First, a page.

Inclusivity: strengthening for African-textured hair

Aude Lemoine-Dessaint - Croda

Daily grooming activities like styling or combing alongside colouration, hair perms, straightening and thermal treatments, and even exposure to environmental aggressors like UV and pollution can lead to the degradation of hair’s structure and mechanical properties. Whether it is via mechanical or chemical means or a combination of both, the hair fibre will get damaged and become weak, dull, brittle, and more susceptible to breakage over time.1

Hair damage occurs globally and

affects all hair types regardless of ethnicity, but does it mean the effects are the same? Hair is something that we all have or at

least had at one time or another. Its basic structures are essentially the same across different ethnicities. Hair fibre is composed of protein, 91%, of which is approximately 50% keratin, and can be divided in two parts: the cuticles and cortex. The cortex is the thickest part and the primary source of hair strength, elasticity, and resilience. It consists of a complex internal structure formed from elongated cortical cells. The cuticle is the protective sheath that surrounds the cortex. It covers the cortex, acts as a resistant barrier and influences hair appearance, manageability and feel. However, the hair anatomy can vary

from person to person, there are genetic variances in hair type across ethnicities that generate differences in oiliness, cuticle size, hair shape and natural hair style (Table 1). At one extreme, African hair is the curliest, most elliptical, flattest, and driest of the hair types. It has the smallest diameter of hair types, which, moreover, varies radically along the fibre, leading to weak points and hair fragility. At the other extreme, Asian hair is the straightest, most round, and most oily hair type. The properties of Caucasian and Hispanic hair tend to fall in between these two extremes.


Caucasian Oily/dry

CSD (µm) (Average)

Ellipticity Shape of hair Shape Amino Acids

29 – 96 (70)

1.17 – 1.41 Oval


African Dry

46 – 120 (90)

1.68 – 1.98 Flat

Straight to wavy/curly Wavy to very curly


Looking at the African hair structure, which is curlier and coily in texture, we see that there are more types of curls, leading to more complex characteristics. As seen in Figure 1, one of the classifications identified 8 types, from straight to wavy, curly and kinky.2 According to past studies, it has been found that: the tighter the curls are, the smaller the curve diameter is, the less the fibre will be able to stretch under stress i.e the more weak and fragile, making the hair prone to breakage when combed or brushed. The curlier the hair, the more areas of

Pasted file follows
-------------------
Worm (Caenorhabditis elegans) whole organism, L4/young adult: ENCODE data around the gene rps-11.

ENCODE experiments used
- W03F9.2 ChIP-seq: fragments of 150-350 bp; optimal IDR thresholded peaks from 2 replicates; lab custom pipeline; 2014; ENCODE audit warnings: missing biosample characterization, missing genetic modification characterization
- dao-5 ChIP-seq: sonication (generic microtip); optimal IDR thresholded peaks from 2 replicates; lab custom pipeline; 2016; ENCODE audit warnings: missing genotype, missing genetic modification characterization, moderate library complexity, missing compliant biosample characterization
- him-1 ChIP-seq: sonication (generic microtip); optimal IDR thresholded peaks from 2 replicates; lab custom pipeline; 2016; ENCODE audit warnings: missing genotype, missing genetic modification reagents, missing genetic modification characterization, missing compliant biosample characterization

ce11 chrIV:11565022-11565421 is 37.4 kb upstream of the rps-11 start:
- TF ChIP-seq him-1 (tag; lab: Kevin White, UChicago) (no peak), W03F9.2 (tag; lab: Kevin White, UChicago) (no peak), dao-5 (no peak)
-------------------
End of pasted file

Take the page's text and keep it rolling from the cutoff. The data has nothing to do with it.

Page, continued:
discontinuity it will also have within the cuticle layer. Coily has fewer cuticle layers, less protection from the harm inflicted by combing, brushing, curling, blow drying, ironing and straightening. All of these differences lead to some

variation in the way damages affect the hair and how it responds to certain hair treatments. Consumers globally want healthy hair that is resistant to breakage but the inherent differences within the hair structure highlight the importance of adapting the solution. It is key to target specific needs and concerns and show hair care product performance on different hair types to fit personal routines.

Asian Oily

36 – 125 (92)

∼ 1.25 Round

Straight to wavy Same

Hispanic Oily/dry

30 –120 (70 –92)

1.17 – 1.98 Oval – flat-round

Straight/wavy to very curly

Same Scientists have focused on the

physicochemical properties of hair to develop products that enhance its feel, shine, colour, and overall aesthetics and meet the needs of consumers. Proteins and their derivatives are one class of active ingredients investigated and designed to impart some of these attributes. They are complex substances comprised of amino acids, which are the components of all living matter. Proteins are large macromolecules, also known as biopolymers, found in nature in an insoluble form, which can be hydrolysed to create ingredients that provide functional benefits from natural derivation. The mechanism of action can be dual; high molecular weight proteins have film-forming attributes, acting as a protective shield and offering effective conditioning whereas low molecular weight proteins are small enough to penetrate the hair fibre and provide moisture, integrity, strength, and flexibility. With a variation of molecular weights and

sources available, proteins are now well- established solutions with multiple properties and efficacies. The recent momentum of “protein free” claims in the Afro-textured hair care market have come to question the


II Figure 1: Curl Type Classification. PERSONAL CARE July 2021







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